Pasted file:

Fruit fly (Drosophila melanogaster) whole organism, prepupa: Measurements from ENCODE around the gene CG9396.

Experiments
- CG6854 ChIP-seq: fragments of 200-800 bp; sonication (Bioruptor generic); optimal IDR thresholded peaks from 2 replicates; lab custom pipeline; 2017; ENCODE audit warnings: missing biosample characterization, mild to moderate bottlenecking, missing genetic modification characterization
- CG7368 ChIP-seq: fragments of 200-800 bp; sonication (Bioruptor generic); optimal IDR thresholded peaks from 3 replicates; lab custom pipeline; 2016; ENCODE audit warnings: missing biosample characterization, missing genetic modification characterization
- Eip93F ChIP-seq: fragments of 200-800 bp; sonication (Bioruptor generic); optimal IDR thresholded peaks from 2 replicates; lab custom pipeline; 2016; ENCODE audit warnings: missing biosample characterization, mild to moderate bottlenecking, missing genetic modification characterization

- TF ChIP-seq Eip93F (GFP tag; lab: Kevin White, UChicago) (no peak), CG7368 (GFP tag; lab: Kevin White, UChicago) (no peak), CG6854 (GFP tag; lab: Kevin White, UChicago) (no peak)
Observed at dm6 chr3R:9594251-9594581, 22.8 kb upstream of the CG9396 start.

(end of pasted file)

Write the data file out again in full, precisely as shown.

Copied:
Fruit fly (Drosophila melanogaster) whole organism, prepupa: Measurements from ENCODE around the gene CG9396.

Experiments
- CG6854 ChIP-seq: fragments of 200-800 bp; sonication (Bioruptor generic); optimal IDR thresholded peaks from 2 replicates; lab custom pipeline; 2017; ENCODE audit warnings: missing biosample characterization, mild to moderate bottlenecking, missing genetic modification characterization
- CG7368 ChIP-seq: fragments of 200-800 bp; sonication (Bioruptor generic); optimal IDR thresholded peaks from 3 replicates; lab custom pipeline; 2016; ENCODE audit warnings: missing biosample characterization, missing genetic modification characterization
- Eip93F ChIP-seq: fragments of 200-800 bp; sonication (Bioruptor generic); optimal IDR thresholded peaks from 2 replicates; lab custom pipeline; 2016; ENCODE audit warnings: missing biosample characterization, mild to moderate bottlenecking, missing genetic modification characterization

- TF ChIP-seq Eip93F (GFP tag; lab: Kevin White, UChicago) (no peak), CG7368 (GFP tag; lab: Kevin White, UChicago) (no peak), CG6854 (GFP tag; lab: Kevin White, UChicago) (no peak)
Observed at dm6 chr3R:9594251-9594581, 22.8 kb upstream of the CG9396 start.